René Joseph (b. 1952) is a composer, pianist, and synthesist. His music has been recorded in North America and in Europe, performed on National Public Radio, and heard in concerts around the Pacific Northwest where he lives.
René grew up in Beirut, Lebanon, the son of an American embassy official. He began piano lessons at age seven, first with an Armenian teacher and then with the Russian pianist Michael Cheskinov. He began composing at age fourteen and on his own worked through the Baroque counterpoint manual Gradus ad Parnassum (also used by Haydn, Mozart, Beethoven, and other celebrated composers).
After the family returned to the U.S. in the late 1960s, René studied music at the university of Oregon under Homer Keller (composition), Hal Owen (theory, counterpoint), and Rumanian pianist Alexandru Hrisanides (piano), receiving baccalaureate degrees in Music and German (1973). Subsequently, he studied with the late Polish pianist Adam Kapuscinski (student of A. Michalowski, himself a pupil of Liszt).
René continued to compose through the decades and also became involved with electronic music in the late 1980s. He coordinated the Eugene Electronic Music Collective (EEMC) for several years, giving concerts on synthesizers and piano. In 1991 René composed and premiered his ‘Voyager’ Concerto for piano and synthesizers. This work is the first and only concerto ever written for that combination of keyboard instruments. One enthusiastic listener commented:
“I was transported by the magnitude and beauty of the Voyager work. You have truly married the head and the heart, your Bach and your Chopin. Congratulations. I feel that your music will attract a large audience. It is definitely understandable and a sensual delight to experience. The blend of synthesizer and piano is pure genius.”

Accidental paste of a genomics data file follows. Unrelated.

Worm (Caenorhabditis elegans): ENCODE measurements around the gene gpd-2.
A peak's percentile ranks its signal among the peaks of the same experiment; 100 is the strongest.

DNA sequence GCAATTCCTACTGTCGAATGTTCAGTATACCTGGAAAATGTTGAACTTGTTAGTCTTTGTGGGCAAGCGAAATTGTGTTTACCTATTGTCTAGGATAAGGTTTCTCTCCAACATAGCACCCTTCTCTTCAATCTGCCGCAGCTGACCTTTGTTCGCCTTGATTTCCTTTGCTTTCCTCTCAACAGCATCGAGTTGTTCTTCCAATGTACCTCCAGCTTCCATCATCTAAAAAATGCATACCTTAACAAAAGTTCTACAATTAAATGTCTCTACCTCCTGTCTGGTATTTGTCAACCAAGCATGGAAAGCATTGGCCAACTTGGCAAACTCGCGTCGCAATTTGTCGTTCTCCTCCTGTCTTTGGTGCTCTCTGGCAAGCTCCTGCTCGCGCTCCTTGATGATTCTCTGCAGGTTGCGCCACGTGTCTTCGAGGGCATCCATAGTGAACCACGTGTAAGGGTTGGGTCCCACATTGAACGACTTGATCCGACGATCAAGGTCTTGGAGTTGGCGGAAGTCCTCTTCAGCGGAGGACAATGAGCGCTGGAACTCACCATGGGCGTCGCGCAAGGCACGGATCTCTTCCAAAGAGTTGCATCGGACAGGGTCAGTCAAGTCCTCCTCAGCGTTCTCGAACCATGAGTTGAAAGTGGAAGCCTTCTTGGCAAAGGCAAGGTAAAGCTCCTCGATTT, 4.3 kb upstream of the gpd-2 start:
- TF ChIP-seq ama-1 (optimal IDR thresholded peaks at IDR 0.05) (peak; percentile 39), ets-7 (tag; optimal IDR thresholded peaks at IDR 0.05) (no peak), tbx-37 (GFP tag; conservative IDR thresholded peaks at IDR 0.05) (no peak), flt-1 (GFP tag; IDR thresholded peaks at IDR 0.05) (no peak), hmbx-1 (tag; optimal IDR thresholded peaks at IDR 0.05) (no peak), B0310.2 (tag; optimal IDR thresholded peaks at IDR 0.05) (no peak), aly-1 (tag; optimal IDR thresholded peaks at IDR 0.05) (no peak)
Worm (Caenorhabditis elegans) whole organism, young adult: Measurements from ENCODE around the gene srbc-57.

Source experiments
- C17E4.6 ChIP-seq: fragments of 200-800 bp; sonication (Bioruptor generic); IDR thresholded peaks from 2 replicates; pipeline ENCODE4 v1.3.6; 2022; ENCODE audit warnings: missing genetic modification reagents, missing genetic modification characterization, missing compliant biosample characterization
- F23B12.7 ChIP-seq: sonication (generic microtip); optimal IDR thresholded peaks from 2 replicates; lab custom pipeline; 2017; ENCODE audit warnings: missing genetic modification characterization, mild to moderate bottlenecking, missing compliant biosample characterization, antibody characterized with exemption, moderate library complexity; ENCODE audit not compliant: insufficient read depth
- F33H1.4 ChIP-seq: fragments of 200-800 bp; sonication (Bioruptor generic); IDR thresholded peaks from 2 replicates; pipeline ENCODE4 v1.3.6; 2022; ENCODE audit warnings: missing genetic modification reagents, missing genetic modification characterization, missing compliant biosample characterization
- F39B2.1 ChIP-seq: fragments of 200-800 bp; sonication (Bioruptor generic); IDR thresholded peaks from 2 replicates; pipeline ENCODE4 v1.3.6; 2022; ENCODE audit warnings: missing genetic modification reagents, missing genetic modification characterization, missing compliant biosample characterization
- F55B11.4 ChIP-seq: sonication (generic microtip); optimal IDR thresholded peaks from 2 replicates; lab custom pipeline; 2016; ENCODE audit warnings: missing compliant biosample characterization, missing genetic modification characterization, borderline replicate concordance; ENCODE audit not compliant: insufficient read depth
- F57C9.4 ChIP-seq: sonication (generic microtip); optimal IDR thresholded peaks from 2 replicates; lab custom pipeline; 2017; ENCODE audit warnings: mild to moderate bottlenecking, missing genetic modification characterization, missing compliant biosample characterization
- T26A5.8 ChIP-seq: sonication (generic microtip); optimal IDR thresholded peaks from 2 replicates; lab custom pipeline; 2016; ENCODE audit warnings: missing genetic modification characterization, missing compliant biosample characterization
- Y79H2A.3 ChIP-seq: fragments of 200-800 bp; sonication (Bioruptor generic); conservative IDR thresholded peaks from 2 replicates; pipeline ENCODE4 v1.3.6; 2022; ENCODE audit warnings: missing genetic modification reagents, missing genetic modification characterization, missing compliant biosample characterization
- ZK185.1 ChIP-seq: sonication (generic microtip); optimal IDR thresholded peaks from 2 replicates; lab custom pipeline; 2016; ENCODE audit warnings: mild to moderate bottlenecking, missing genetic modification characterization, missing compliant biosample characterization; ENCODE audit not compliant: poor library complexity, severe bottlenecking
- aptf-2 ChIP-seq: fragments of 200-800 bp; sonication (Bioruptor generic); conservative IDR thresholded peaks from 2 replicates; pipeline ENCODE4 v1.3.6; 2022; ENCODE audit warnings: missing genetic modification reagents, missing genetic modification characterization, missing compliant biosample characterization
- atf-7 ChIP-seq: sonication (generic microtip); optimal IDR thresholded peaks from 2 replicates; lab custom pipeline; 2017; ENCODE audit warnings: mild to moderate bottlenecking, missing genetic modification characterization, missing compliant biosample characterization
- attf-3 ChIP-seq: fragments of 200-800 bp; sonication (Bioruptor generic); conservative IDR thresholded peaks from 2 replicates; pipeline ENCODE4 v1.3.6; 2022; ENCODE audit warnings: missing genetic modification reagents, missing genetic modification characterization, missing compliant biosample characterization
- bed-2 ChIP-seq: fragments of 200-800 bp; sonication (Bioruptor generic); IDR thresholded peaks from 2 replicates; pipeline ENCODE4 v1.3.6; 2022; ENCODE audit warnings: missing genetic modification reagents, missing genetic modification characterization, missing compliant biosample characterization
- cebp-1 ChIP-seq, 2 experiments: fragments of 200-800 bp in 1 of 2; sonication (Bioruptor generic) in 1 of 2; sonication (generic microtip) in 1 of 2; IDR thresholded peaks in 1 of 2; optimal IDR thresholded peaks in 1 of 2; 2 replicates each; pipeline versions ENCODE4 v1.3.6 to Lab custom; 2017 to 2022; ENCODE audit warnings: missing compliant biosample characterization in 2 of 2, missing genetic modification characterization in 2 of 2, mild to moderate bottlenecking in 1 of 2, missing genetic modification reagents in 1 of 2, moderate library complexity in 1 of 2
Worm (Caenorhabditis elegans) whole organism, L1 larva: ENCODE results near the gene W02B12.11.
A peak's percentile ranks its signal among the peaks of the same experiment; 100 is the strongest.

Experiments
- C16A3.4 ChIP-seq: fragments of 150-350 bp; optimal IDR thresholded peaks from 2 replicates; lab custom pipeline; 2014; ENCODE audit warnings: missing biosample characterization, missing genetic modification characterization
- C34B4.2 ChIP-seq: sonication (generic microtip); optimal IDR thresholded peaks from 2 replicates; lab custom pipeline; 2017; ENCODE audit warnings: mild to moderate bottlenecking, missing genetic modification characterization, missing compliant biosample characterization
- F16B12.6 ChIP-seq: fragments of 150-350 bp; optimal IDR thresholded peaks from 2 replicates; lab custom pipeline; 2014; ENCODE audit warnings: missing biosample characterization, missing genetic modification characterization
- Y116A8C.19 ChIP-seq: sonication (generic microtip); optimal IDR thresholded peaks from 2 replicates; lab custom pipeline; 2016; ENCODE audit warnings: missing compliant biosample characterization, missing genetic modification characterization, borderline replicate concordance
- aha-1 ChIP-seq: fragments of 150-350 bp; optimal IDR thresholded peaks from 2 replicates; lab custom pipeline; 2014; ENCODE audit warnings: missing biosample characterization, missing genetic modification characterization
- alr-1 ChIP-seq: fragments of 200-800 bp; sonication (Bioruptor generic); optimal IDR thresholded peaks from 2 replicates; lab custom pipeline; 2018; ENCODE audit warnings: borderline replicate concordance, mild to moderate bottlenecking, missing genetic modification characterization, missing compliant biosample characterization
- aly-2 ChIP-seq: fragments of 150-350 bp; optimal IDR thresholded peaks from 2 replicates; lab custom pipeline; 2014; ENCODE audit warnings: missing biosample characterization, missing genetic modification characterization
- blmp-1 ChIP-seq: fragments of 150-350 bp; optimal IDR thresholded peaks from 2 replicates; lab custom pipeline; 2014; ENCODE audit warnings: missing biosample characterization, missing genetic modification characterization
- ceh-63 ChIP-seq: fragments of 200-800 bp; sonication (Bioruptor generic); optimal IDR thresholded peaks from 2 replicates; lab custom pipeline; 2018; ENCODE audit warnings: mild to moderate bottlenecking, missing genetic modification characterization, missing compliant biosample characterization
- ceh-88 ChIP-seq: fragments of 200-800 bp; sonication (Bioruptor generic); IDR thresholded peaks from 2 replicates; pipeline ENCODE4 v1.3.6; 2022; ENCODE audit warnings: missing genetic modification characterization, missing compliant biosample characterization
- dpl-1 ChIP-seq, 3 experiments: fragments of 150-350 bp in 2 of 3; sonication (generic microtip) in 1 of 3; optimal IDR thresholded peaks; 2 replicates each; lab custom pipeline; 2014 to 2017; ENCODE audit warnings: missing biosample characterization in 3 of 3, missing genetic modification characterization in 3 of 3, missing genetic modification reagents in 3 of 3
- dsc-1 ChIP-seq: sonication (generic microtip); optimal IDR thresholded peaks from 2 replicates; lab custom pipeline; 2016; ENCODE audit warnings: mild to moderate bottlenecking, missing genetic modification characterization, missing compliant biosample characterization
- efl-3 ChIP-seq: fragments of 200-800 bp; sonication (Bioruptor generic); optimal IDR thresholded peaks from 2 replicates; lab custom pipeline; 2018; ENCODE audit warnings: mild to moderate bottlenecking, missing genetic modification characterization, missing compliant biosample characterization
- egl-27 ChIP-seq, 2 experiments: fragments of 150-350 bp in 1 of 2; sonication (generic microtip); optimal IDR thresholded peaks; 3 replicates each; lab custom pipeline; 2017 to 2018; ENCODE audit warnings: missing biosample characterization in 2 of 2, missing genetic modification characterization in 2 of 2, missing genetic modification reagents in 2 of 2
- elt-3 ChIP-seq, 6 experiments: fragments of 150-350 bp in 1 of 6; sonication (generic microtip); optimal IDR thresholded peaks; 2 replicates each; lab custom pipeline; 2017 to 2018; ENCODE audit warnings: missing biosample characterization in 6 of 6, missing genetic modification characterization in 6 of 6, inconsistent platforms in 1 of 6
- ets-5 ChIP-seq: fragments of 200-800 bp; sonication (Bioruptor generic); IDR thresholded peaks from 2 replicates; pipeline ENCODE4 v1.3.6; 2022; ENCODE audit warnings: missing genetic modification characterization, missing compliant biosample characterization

Rene’s cover article “Electronic Orchestration” appeared in Electronic Musician magazine (Nov. 1991). The article continues to be used in college music courses as a benchmark reference in the field.
As noted in Keyboard Magazine, in 1992 René toured the Northwest performing the world premiere of J.S. Bach’s Goldberg Variations on synthesizers and in quadraphonic sound. During the 1990s he participated in the Seventh Species New Music Concert Series, performing original works on piano and synthesizers.
In 1994 René founded the Alliance Recognizing Talent in Eugene (A.R.T.E.), a consortium of 40+ musicians and artists that he managed for several years. During the 1970s, 80s, and 90s he taught piano privately and also worked part time as a Mental Health Associate, caring for severely mentally ill patients in various hospital settings.
In 2000 the Eugene Symphonic Band premiered Rene’s Processional in a performance with over 100 musicians. The popular piece has subsequently been recorded in Germany and transcribed for organ, brass quintet, and concert band.
Ever the experimenter, René is exploring what he calls “episodic music”—a method of composing in which a musical work is broken into ‘episodes’ that are to be performed in whatever order the performer desires. In this way, the piece is ever fresh, while the performer also becomes partly the ‘composer.’
About his music, René says: “I want my music to sing. I would like it to be immediately intelligible to anyone, regardless of his or her musical background. I’d like people to see themselves through my music, and thus to acknowledge and affirm themselves on a deep and meaningful level.”